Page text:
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Democrats offer sharper critique of GOP border bills in Spanish

Rep. Luis Gutierrez (D-Calif.), right, shakes hands with immigrants before a hearing on Capitol Hill in March. (Sarah L. Voisin/The Washington Post)
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Outraged House Democrats and several members of the Congressional Hispanic Caucus lashed out at Republicans Friday for planning to hold votes on two bills designed to address the crisis along the U.S.-Mexico border.

Democrats said that neither piece of legislation will immediately address the crisis and is instead designed to demonize the young immigrants crossing the border and endanger their lives if they're sent home. The comments came during a hastily-arranged news conference attended by House Minority Leader Nancy Pelosi (D-Calif.), House Minority Whip Steny Hoyer (D-Md.) and at least a dozen members of the CHC.

Notably, two bilingual members of the caucus delivered sharper critiques of Republicans when speaking in Spanish -- clearly an attempt to reach over the heads of the mostly English-language congressional press corps and deliver a message to the millions of Latinos who might tune in tonight to Spanish-language television or radio newscasts in major cities and swing states.

Two examples demonstrate the sharper Spanish rhetoric. Watch the news conference here or below:

First, Rep. Jose Serrano (D-N.Y.), a senior member of the House Appropriations Committee, was asked what the lack of congressional action would mean for the federal agencies operating along the southern border. He responded in English:

"My experience has been… that whenever we don’t fund what we are supposed to fund on time, the crisis just grows and the people that are on the ground trying to do their work, cannot do their work. So the Republicans now can complain Republicans now can complain about the situation, not funding it or not funding it improperly, not backing up the people on the ground makes it just worse."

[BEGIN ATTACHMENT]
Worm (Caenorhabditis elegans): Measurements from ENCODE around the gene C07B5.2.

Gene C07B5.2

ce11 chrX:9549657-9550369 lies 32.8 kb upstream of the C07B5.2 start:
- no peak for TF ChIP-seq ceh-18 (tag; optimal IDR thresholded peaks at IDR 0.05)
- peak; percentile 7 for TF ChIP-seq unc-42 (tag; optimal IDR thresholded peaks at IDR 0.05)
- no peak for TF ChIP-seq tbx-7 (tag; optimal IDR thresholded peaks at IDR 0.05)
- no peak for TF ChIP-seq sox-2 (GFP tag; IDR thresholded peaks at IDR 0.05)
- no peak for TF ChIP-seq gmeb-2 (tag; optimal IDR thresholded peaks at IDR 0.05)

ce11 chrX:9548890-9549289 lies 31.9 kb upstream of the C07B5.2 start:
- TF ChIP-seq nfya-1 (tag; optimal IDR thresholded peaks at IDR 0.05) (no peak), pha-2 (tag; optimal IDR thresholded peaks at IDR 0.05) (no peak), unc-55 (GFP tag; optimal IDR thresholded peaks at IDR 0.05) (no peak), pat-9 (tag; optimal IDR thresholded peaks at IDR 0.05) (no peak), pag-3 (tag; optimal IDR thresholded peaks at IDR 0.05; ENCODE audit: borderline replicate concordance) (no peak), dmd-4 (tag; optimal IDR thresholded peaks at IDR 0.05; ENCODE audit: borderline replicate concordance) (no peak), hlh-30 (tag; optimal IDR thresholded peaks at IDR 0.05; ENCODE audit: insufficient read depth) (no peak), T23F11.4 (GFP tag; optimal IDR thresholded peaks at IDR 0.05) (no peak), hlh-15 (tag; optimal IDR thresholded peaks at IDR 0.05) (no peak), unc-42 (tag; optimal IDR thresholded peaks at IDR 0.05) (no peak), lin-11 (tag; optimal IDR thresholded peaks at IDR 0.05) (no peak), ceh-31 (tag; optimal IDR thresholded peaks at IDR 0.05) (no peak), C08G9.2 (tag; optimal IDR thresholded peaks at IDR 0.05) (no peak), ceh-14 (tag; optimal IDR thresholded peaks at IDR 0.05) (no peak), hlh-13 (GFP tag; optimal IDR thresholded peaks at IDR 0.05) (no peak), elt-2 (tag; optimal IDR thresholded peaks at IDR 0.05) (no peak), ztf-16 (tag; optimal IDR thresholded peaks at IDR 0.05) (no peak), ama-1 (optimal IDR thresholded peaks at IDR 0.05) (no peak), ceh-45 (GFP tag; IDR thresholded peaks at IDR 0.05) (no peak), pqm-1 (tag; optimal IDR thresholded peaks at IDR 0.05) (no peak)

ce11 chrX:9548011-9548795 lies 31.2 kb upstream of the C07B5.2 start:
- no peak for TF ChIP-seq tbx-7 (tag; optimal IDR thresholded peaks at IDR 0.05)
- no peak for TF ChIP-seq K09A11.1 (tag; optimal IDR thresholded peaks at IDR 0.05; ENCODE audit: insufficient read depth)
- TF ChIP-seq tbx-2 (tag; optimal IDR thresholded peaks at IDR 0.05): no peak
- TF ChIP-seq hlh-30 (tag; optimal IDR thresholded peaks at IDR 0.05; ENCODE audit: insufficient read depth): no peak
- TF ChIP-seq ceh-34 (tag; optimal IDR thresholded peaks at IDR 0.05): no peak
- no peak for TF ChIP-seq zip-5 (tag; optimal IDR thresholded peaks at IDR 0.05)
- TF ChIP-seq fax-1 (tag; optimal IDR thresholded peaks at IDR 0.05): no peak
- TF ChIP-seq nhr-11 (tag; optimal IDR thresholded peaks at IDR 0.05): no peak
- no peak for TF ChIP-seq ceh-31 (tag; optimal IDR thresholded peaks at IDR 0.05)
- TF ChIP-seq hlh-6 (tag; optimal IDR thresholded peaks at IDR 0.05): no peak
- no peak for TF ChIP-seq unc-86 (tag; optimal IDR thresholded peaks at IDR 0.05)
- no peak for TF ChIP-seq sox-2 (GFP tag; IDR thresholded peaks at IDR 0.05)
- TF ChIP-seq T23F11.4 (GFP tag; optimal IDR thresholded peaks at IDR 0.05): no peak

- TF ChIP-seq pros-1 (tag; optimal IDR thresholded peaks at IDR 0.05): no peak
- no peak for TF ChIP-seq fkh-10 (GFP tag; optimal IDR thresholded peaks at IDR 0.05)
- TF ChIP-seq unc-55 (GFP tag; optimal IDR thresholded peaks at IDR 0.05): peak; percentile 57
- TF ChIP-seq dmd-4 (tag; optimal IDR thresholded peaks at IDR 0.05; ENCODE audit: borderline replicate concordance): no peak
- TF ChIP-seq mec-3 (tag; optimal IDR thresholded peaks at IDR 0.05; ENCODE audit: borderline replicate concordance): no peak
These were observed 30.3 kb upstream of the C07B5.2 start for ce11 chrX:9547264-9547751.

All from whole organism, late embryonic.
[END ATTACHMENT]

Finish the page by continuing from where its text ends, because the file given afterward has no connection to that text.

Then Serrano was asked by a Spanish-speaking reporter to respond in Spanish "for the Hispanic community." He said:

"Si no hay los fondos que el presidente quiere hacer y los lideres que estan alli en la frontera la situacion se pone peor. Especialmente durante un periodo cuando el congreso no va estar en sesion legislativa. Ellos creen – el partido Republicano creen que no da lo fondo necesario le da una oportunidad ellos hacer un comentario politicio. Lo unico que va hacer, hacer crecer la crisis, crecer el sufrimento humano y crecer la percepcion de que este pais dejo de ser el pais que le habre la puerta a los necesitados. Y eso crea diference problema de diferente indole."

The English translation of Serrano's Spanish remarks:

"If there aren't the funds that the president wants and the officials on the border want, the situation will get worse. Especially during a period when congress won't be in legislative session. They think -- the Republican Party thinks -- that to not give the funds is an opportunity for them to make a political commentary. The only thing it will do, it will increase the crisis, it will increase the human suffering and increase the perception that this country has stopped being one that opens it doors to those in need. And that will create different types of problems."

Notice that Serrano was a little sharper by raising doubts about whether the United States would remain a welcoming country for immigrants. He's essentially suggesting that Republicans are sullying the American image as a country of opportunity.